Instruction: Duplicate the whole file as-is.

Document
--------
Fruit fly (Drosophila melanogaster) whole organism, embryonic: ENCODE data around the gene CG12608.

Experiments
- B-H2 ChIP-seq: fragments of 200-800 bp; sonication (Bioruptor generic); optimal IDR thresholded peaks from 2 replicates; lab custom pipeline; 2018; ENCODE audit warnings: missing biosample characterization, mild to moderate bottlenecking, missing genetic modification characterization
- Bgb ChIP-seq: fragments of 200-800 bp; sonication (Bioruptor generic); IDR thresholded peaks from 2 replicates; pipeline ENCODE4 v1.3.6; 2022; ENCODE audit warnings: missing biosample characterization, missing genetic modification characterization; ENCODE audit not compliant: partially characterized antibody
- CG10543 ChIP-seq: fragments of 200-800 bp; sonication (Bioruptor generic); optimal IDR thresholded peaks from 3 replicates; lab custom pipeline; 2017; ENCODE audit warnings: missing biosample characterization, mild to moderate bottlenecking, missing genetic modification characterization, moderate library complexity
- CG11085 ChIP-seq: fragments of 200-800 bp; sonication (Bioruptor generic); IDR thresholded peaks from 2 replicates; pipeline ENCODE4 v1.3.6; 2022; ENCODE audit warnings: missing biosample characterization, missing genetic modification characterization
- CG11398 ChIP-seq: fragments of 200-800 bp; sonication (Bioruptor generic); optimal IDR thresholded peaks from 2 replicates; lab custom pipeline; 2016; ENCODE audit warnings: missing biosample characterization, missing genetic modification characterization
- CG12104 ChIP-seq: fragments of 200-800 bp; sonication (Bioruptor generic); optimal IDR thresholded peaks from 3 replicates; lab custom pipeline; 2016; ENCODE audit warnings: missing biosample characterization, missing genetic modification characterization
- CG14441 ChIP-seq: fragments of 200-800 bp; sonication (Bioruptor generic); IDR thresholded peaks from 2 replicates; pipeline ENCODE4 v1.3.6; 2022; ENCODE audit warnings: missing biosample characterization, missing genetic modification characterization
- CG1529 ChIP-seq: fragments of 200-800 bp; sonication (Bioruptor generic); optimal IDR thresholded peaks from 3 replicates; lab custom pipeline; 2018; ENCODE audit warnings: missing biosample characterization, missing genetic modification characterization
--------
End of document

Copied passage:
Fruit fly (Drosophila melanogaster) whole organism, embryonic: ENCODE data around the gene CG12608.

Experiments
- B-H2 ChIP-seq: fragments of 200-800 bp; sonication (Bioruptor generic); optimal IDR thresholded peaks from 2 replicates; lab custom pipeline; 2018; ENCODE audit warnings: missing biosample characterization, mild to moderate bottlenecking, missing genetic modification characterization
- Bgb ChIP-seq: fragments of 200-800 bp; sonication (Bioruptor generic); IDR thresholded peaks from 2 replicates; pipeline ENCODE4 v1.3.6; 2022; ENCODE audit warnings: missing biosample characterization, missing genetic modification characterization; ENCODE audit not compliant: partially characterized antibody
- CG10543 ChIP-seq: fragments of 200-800 bp; sonication (Bioruptor generic); optimal IDR thresholded peaks from 3 replicates; lab custom pipeline; 2017; ENCODE audit warnings: missing biosample characterization, mild to moderate bottlenecking, missing genetic modification characterization, moderate library complexity
- CG11085 ChIP-seq: fragments of 200-800 bp; sonication (Bioruptor generic); IDR thresholded peaks from 2 replicates; pipeline ENCODE4 v1.3.6; 2022; ENCODE audit warnings: missing biosample characterization, missing genetic modification characterization
- CG11398 ChIP-seq: fragments of 200-800 bp; sonication (Bioruptor generic); optimal IDR thresholded peaks from 2 replicates; lab custom pipeline; 2016; ENCODE audit warnings: missing biosample characterization, missing genetic modification characterization
- CG12104 ChIP-seq: fragments of 200-800 bp; sonication (Bioruptor generic); optimal IDR thresholded peaks from 3 replicates; lab custom pipeline; 2016; ENCODE audit warnings: missing biosample characterization, missing genetic modification characterization
- CG14441 ChIP-seq: fragments of 200-800 bp; sonication (Bioruptor generic); IDR thresholded peaks from 2 replicates; pipeline ENCODE4 v1.3.6; 2022; ENCODE audit warnings: missing biosample characterization, missing genetic modification characterization
- CG1529 ChIP-seq: fragments of 200-800 bp; sonication (Bioruptor generic); optimal IDR thresholded peaks from 3 replicates; lab custom pipeline; 2018; ENCODE audit warnings: missing biosample characterization, missing genetic modification characterization